Multiple sclerosis (MS) is an immune-mediated inflammatory and neurodegenerative disease, presenting with clinical relapses [associated with inflammatory lesions within the central nervous system (CNS)], and/or progressive neurological decline (associated with axonal loss and neurodegeneration) [1]. Due to the complex, multifaceted pathophysiology of MS, predicting prognosis at disease onset, which impacts on the choice of disease-modifying therapy (DMT), remains challenging and imprecise. Current measures of disease activity include MRI analysis of lesion load and relapse rates, which reflect inflammatory aspects of the disease but do not correlate well with progressive disability [2]. Consequently, there is increasing interest in the development of MS fluid biomarkers that reflect CNS tissue injury to determine prognosis and/or monitor efficacy of treatment. Both radiological and post-mortem human tissue studies have already revealed axonal injury and loss in MS are closely linked to disability accumulation [1, 3, 4], thus axonal proteins may represent a potential avenue for reliable biomarker development.

Neurofilaments (NF) are major structural proteins of the axonal cytoskeleton, whose phosphorylation improves structural stability [5]. NFs in the cerebrospinal fluid (CSF) are considered to be a reliable marker of neuroaxonal damage [6] and many studies have highlighted NF-light (NF-L) as a prognostic and treatment-responsive biomarker in MS [7, 8]. However, multi-centre validation of these findings and determining age-dependent cut-off values for NF-L expression are required before consideration in clinical practice [9].

Both hypo- and hyper- phosphorylation of NFs within axons are recognised as pathological hallmarks of MS [10, 11] and it is believed dysregulated axonal transport could be a catalyst for aberrant protein phosphorylation and accumulation [12, 13]. The majority of anterograde axonal transport is governed by kinesin superfamily motor proteins (KIFs) [14]. KIF5A is the main kinesin subtype involved in anterograde transport of phosphorylated NFs [12, 15].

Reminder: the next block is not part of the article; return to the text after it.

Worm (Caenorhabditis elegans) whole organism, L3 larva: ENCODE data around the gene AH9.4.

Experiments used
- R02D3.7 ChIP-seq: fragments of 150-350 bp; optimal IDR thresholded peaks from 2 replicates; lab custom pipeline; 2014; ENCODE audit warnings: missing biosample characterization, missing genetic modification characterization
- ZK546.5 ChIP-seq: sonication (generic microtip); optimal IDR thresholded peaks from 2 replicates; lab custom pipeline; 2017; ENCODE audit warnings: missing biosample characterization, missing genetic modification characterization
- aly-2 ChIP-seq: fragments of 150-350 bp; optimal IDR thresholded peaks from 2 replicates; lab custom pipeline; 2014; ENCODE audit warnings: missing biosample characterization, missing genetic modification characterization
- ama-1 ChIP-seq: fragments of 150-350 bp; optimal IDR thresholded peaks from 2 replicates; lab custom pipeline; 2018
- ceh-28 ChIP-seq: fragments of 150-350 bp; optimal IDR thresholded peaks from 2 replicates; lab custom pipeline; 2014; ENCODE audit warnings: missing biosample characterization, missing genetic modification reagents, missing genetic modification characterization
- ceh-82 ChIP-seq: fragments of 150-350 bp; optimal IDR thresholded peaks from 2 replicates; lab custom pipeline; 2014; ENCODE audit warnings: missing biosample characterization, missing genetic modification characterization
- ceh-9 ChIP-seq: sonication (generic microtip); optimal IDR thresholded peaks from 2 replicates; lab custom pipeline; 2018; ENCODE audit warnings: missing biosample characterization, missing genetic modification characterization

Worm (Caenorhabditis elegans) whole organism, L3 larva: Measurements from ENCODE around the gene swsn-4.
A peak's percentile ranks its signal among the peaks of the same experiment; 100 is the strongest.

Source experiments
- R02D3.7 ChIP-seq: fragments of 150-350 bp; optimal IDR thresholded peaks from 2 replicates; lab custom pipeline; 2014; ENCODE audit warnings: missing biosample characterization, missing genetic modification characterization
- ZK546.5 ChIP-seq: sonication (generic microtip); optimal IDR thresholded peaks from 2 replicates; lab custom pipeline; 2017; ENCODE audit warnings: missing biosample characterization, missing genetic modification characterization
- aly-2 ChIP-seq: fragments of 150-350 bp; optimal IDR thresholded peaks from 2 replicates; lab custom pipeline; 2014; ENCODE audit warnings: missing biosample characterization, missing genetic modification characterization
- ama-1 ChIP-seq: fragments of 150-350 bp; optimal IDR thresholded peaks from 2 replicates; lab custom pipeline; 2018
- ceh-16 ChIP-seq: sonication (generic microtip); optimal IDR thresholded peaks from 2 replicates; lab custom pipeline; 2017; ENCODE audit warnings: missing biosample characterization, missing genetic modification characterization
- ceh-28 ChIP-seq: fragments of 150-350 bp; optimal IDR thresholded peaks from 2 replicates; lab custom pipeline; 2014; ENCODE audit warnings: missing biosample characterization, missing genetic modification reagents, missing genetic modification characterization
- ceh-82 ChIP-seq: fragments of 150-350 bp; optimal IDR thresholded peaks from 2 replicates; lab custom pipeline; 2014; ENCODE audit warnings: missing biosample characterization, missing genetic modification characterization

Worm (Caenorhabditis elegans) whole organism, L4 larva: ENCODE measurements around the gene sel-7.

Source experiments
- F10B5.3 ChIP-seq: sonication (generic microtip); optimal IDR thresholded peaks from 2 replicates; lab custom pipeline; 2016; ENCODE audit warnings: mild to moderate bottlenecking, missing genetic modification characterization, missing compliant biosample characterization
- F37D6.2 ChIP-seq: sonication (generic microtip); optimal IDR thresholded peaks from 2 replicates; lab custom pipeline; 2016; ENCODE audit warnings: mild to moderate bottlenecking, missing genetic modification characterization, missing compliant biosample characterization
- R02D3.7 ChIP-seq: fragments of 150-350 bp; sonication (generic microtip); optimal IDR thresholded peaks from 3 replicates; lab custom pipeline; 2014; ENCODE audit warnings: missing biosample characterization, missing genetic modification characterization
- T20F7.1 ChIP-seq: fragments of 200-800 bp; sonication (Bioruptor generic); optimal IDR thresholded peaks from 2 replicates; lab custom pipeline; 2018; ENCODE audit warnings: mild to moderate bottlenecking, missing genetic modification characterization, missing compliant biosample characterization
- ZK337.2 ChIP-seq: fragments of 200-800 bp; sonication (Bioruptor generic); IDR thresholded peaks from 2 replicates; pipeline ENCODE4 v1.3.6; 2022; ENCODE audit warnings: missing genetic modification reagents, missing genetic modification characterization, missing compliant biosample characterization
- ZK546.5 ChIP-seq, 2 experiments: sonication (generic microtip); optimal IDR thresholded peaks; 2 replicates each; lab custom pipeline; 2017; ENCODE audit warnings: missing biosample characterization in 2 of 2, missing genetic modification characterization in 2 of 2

In humans, a missense mutation within the KIF5A gene (N256S) causes an autosomal dominant form of hereditary spastic paraplegia, known as SPG10. This disease is characterised pathologically by axonal loss in the corticospinal tract [16]. Another missense mutation in the KIF5A gene has been linked to Charcot-Marie-Tooth disease (CMT-2A); an inherited peripheral axonopathy [17]. More recently, hot-spot mutations in KIF5A have also been shown to cause familial amyotrophic lateral sclerosis (ALS) [18]. In addition to point mutations, several genome-wide association studies (GWAS) have identified single nucleotide polymorphisms (SNPs; rs12368653, rs703842, rs10431552, rs10877013 and rs6581155) at chromosome 12q13–14. This region spans 17 candidate genes, including KIF5A that confer susceptibility to MS [19,20,21]. Our previous studies have found reduced KIF5A expression in post-mortem MS brain; levels of which appear to be influenced by MS susceptibility SNPs (rs12368653 and rs703842) [22, 23]. In addition, we have shown that these MS susceptibility SNPs are linked to increased markers of axonal injury in MS tissue [23]. In this study, we aimed to determine the prognostic value of measuring CSF KIF5A levels in conjunction with the presence of MS susceptibility SNPs (rs12368653 and rs703842) in people with MS.